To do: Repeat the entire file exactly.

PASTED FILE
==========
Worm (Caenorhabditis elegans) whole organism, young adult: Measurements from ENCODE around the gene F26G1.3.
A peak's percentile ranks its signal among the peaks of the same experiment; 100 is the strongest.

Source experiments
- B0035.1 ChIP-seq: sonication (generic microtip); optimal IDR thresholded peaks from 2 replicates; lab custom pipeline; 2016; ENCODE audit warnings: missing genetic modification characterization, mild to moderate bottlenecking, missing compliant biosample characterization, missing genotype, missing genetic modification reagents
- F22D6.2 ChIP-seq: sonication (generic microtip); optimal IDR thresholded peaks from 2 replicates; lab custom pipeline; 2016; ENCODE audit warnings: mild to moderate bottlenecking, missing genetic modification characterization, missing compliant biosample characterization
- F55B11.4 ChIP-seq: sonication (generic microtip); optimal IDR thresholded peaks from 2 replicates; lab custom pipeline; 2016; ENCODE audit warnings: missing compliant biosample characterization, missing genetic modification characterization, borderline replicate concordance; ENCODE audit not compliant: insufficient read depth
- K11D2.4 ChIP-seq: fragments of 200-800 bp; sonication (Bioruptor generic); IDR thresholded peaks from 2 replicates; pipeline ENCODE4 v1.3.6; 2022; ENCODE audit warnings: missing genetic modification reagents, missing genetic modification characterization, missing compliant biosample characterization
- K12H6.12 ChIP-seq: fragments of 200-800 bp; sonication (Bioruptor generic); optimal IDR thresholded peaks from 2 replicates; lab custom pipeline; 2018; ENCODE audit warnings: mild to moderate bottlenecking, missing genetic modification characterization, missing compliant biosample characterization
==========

Worm (Caenorhabditis elegans) whole organism, young adult: Measurements from ENCODE around the gene F26G1.3.
A peak's percentile ranks its signal among the peaks of the same experiment; 100 is the strongest.

Source experiments
- B0035.1 ChIP-seq: sonication (generic microtip); optimal IDR thresholded peaks from 2 replicates; lab custom pipeline; 2016; ENCODE audit warnings: missing genetic modification characterization, mild to moderate bottlenecking, missing compliant biosample characterization, missing genotype, missing genetic modification reagents
- F22D6.2 ChIP-seq: sonication (generic microtip); optimal IDR thresholded peaks from 2 replicates; lab custom pipeline; 2016; ENCODE audit warnings: mild to moderate bottlenecking, missing genetic modification characterization, missing compliant biosample characterization
- F55B11.4 ChIP-seq: sonication (generic microtip); optimal IDR thresholded peaks from 2 replicates; lab custom pipeline; 2016; ENCODE audit warnings: missing compliant biosample characterization, missing genetic modification characterization, borderline replicate concordance; ENCODE audit not compliant: insufficient read depth
- K11D2.4 ChIP-seq: fragments of 200-800 bp; sonication (Bioruptor generic); IDR thresholded peaks from 2 replicates; pipeline ENCODE4 v1.3.6; 2022; ENCODE audit warnings: missing genetic modification reagents, missing genetic modification characterization, missing compliant biosample characterization
- K12H6.12 ChIP-seq: fragments of 200-800 bp; sonication (Bioruptor generic); optimal IDR thresholded peaks from 2 replicates; lab custom pipeline; 2018; ENCODE audit warnings: mild to moderate bottlenecking, missing genetic modification characterization, missing compliant biosample characterization